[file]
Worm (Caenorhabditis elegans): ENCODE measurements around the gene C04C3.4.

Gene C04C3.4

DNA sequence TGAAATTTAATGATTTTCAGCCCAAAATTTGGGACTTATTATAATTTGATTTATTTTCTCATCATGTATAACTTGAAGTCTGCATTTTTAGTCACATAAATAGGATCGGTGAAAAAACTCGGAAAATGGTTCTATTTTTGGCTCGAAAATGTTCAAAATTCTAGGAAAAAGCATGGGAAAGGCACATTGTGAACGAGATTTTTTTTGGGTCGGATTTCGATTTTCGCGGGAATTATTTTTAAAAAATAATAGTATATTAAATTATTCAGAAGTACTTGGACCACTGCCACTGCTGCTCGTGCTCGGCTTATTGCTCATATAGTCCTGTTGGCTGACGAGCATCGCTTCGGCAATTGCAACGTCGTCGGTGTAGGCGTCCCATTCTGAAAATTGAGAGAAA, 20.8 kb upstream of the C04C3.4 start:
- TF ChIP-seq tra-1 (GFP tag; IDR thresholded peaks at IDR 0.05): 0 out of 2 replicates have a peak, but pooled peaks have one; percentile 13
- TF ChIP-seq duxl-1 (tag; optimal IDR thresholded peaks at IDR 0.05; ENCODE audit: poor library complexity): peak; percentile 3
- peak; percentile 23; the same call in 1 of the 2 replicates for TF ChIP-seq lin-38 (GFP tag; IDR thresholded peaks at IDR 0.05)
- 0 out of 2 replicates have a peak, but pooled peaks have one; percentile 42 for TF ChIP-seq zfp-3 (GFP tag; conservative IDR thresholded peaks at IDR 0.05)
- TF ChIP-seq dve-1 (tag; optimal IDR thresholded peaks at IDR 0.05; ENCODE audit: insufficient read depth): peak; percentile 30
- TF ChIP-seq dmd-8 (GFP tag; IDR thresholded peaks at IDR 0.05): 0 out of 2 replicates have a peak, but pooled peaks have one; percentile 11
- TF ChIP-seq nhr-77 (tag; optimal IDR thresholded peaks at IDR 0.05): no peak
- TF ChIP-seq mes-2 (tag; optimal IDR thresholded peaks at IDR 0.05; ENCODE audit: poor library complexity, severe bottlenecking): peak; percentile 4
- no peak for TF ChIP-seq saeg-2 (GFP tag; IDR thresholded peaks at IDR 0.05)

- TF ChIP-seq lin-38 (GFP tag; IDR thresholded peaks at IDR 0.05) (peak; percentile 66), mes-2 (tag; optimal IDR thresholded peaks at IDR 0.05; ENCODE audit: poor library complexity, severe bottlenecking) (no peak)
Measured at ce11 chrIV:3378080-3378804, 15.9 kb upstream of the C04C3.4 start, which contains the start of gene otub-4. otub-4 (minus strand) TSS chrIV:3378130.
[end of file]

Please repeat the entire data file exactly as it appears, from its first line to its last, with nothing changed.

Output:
Worm (Caenorhabditis elegans): ENCODE measurements around the gene C04C3.4.

Gene C04C3.4

DNA sequence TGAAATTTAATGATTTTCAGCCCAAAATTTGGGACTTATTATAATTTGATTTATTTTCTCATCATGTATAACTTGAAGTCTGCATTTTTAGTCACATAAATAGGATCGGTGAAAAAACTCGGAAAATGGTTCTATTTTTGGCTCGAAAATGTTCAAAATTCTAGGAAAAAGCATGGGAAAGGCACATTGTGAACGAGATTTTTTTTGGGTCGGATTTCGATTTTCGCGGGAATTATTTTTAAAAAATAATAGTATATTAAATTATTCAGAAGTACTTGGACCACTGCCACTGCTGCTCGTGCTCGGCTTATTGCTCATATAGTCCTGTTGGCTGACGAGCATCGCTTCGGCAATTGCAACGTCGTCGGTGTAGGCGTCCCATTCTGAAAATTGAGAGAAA, 20.8 kb upstream of the C04C3.4 start:
- TF ChIP-seq tra-1 (GFP tag; IDR thresholded peaks at IDR 0.05): 0 out of 2 replicates have a peak, but pooled peaks have one; percentile 13
- TF ChIP-seq duxl-1 (tag; optimal IDR thresholded peaks at IDR 0.05; ENCODE audit: poor library complexity): peak; percentile 3
- peak; percentile 23; the same call in 1 of the 2 replicates for TF ChIP-seq lin-38 (GFP tag; IDR thresholded peaks at IDR 0.05)
- 0 out of 2 replicates have a peak, but pooled peaks have one; percentile 42 for TF ChIP-seq zfp-3 (GFP tag; conservative IDR thresholded peaks at IDR 0.05)
- TF ChIP-seq dve-1 (tag; optimal IDR thresholded peaks at IDR 0.05; ENCODE audit: insufficient read depth): peak; percentile 30
- TF ChIP-seq dmd-8 (GFP tag; IDR thresholded peaks at IDR 0.05): 0 out of 2 replicates have a peak, but pooled peaks have one; percentile 11
- TF ChIP-seq nhr-77 (tag; optimal IDR thresholded peaks at IDR 0.05): no peak
- TF ChIP-seq mes-2 (tag; optimal IDR thresholded peaks at IDR 0.05; ENCODE audit: poor library complexity, severe bottlenecking): peak; percentile 4
- no peak for TF ChIP-seq saeg-2 (GFP tag; IDR thresholded peaks at IDR 0.05)

- TF ChIP-seq lin-38 (GFP tag; IDR thresholded peaks at IDR 0.05) (peak; percentile 66), mes-2 (tag; optimal IDR thresholded peaks at IDR 0.05; ENCODE audit: poor library complexity, severe bottlenecking) (no peak)
Measured at ce11 chrIV:3378080-3378804, 15.9 kb upstream of the C04C3.4 start, which contains the start of gene otub-4. otub-4 (minus strand) TSS chrIV:3378130.